ESOS: The pros and cons of four routes to compliance

Organisations need to be careful when choosing their preferred routes for compliance with ESOS warns Kit Oung. Here are some tips on the various options.

Since the launch of Savings Opportunity Scheme (ESOS) by the Department of Energy and Climate Change in June 2014, there is a sudden proliferation of companies offering ESOS compliant services. Some providers are even claiming that their energy audit services is compliant with ESOS. Organisations need to be careful when choosing their preferred routes for compliance. Each method is not created equal and organisation can choose one or mix-and-match to suit their needs.

Each method is not created equal and organisation can choose one or mix-and-match to suit their needs.

An ESOS assessment covers 90% of the total energy consumed by large undertakings and includes buildings, manufacturing processes and transport. This article gives a range of positives and negatives for each of the four routes to compliance:

  1. Independently certified ISO 50001 energy management system.
  2. Valid Display Energy Certificate (DEC) with corresponding recommendation report.
  3. Valid Green Deal Assessment (GDA).
  4. Energy audit.

ISO 50001 Energy Management System

ISO 50001 is about applying and integrating a series of processes to focus the organisations’ attention to drive improvements and save energy. This includes, getting top management buy in, allocating resources, active participation in managing energy. In another words, it is a framework or system of governance to make energy saving happen.

Within an ISO 50001-based energy management system, there is a process called energy review. Here, organisation identify significant energy users and way to save energy by these users. Very frequently, the energy review is a high level document containing a mixture of ideas, back-of-envelope quantified opportunities, and some thoroughly thought-out opportunities.

An energy review also does not necessarily have a cost-benefit analysis for each of the opportunities. For no/low cost opportunities, carrying a detailed assessment is costly and unnecessary. Top management is unlikely to sanction medium- to high-cost projects based on opportunities with, say 50%, accuracy without further analysis to increase the savings and cost estimates.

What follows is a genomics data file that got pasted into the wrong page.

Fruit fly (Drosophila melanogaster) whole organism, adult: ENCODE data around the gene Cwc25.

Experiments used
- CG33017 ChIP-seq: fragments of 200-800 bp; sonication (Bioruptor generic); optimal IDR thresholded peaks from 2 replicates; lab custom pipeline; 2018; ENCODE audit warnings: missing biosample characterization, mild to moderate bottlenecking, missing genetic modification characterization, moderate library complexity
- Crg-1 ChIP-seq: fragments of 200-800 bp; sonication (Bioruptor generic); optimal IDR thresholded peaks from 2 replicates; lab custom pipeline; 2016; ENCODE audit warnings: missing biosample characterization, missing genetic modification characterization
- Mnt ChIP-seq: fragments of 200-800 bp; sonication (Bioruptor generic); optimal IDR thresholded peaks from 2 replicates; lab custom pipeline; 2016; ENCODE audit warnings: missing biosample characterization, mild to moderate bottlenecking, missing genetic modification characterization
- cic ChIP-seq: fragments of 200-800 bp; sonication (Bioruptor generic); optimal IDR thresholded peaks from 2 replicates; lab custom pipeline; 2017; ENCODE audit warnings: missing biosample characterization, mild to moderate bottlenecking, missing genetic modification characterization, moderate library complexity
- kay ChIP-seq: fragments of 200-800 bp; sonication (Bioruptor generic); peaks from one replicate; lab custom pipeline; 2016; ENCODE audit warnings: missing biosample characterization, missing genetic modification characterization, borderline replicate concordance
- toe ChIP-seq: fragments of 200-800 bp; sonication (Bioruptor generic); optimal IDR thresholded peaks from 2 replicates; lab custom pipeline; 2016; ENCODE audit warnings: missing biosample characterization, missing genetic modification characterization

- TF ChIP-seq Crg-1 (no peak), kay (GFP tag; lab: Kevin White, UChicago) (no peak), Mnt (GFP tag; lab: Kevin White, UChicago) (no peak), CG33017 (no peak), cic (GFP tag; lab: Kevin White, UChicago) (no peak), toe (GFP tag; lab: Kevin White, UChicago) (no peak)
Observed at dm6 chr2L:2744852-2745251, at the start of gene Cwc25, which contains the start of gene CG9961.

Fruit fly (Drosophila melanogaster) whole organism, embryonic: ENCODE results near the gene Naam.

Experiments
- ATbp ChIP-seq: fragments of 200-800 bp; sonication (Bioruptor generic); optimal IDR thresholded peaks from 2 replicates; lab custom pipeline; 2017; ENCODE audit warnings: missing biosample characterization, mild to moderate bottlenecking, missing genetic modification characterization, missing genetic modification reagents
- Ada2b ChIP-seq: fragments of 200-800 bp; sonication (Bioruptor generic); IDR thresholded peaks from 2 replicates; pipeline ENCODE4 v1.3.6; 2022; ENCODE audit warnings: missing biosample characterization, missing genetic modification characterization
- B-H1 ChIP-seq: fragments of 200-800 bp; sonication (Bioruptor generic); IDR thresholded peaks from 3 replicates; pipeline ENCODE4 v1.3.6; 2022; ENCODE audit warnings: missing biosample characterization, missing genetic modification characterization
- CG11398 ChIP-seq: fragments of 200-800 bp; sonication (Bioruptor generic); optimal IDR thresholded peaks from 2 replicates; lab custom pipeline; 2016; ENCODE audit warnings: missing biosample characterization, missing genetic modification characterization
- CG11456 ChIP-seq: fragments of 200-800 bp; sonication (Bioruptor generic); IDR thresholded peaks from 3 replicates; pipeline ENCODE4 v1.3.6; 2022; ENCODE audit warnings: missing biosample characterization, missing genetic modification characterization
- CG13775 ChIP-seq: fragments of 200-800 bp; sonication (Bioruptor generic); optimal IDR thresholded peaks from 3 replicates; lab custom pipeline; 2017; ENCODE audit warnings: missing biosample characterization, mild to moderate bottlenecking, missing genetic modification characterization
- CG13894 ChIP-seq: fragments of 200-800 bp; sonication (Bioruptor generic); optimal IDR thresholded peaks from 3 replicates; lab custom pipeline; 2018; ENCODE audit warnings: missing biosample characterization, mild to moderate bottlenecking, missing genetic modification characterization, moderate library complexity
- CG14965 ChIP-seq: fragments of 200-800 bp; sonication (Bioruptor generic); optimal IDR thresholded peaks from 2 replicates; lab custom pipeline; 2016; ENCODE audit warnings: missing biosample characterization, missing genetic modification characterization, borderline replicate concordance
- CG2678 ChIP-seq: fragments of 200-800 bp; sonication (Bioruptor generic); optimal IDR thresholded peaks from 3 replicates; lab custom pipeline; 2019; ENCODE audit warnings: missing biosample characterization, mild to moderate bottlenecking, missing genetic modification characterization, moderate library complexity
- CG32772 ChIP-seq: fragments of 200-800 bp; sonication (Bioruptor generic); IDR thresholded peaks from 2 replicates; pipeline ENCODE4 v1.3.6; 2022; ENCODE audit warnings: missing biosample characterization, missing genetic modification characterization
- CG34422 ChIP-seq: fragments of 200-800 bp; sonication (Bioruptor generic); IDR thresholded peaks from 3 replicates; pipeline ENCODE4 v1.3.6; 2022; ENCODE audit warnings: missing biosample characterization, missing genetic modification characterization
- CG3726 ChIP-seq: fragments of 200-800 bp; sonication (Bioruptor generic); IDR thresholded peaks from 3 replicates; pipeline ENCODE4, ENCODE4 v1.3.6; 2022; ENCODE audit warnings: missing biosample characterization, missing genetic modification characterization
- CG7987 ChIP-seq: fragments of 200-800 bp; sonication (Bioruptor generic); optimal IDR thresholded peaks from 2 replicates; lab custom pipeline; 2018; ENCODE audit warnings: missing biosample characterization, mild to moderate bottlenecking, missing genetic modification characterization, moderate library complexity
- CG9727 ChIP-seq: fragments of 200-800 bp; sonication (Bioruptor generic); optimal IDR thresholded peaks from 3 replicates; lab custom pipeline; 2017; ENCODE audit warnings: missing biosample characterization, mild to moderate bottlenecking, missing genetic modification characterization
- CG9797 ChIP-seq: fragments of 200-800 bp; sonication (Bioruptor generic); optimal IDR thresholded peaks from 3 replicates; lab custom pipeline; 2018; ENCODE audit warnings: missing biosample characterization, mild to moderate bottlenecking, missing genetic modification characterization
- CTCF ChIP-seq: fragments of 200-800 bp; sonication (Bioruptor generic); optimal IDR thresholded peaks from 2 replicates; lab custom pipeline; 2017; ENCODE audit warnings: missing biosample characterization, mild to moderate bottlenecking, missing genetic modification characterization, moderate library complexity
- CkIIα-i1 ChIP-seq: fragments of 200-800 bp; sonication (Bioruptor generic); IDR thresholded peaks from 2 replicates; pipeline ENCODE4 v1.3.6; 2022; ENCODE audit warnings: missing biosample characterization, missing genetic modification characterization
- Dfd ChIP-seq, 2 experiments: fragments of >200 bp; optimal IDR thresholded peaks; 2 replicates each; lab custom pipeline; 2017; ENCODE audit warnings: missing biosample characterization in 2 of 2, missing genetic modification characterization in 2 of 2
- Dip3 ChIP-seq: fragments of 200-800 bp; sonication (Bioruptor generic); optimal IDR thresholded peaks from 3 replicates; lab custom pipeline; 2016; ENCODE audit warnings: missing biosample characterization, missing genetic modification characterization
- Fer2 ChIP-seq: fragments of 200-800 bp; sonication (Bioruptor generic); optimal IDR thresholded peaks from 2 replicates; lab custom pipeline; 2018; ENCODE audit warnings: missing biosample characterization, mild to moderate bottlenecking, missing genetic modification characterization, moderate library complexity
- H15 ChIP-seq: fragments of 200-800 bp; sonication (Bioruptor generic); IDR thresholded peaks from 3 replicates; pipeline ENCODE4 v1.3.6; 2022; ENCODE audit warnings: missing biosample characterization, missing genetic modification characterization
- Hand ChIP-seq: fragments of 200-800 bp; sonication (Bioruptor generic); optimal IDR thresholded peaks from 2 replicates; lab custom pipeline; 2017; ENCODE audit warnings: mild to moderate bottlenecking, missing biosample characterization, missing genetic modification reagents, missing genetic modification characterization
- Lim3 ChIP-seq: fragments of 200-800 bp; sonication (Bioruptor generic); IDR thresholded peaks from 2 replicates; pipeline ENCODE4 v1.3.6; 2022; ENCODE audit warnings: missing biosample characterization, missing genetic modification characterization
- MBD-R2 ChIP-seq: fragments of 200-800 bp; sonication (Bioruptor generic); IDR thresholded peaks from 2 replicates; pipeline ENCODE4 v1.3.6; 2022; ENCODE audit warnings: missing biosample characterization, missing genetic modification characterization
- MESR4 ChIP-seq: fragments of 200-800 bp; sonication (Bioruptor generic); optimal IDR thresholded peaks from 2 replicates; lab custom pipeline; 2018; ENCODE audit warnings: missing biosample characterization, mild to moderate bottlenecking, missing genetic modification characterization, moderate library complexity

Having said that, ISO 50001 does not mandate organisations to cover 90% of their total energy consumption. For organisation based around buildings and manufacturing, the energy consumption data for transport may also prove to be a challenge.

Display Energy Certificate and Green Deal assessments

DEC and its accompanying recommendation report is carried out by qualified assessors and is based on buildings’ operating data. The output of the assessment is based on a computer software generating the report and recommendation. The output is valid for 10 years from the date of the assessment.

GDAs, also available for buildings only, is a two-part assessment: an Energy Performance Certificate (EPC) and an Occupancy Assessment. Similar to DEC, GDAs are carried out by qualified assessors, based on inputs into a computer software and the outputs are valid for 10 years. However, the assessment is based on the design intent of the building rather than the operating data. GDAs also attracts energy efficiency finance where the investment can be paid back over a fixed period of time.

DECs and GDAs are low cost options for compliance. However, there are five principle drawbacks:

  1. DECs and GDAs are based on building structure and building services only. The organisation would still need to carry out assessment on any manufacturing activities and transportations.
  2. In addition, as the assessment report is valid for 10 years, the reports would be valid for up to two ESOS reporting periods. Any data used for the assessment would not be as current as compared to those used by an ISO 50001 energy management system and energy audits. The building use could be changed during the periods. Alternatively, there may be renovations and equipment upgrades which would not be taken into account.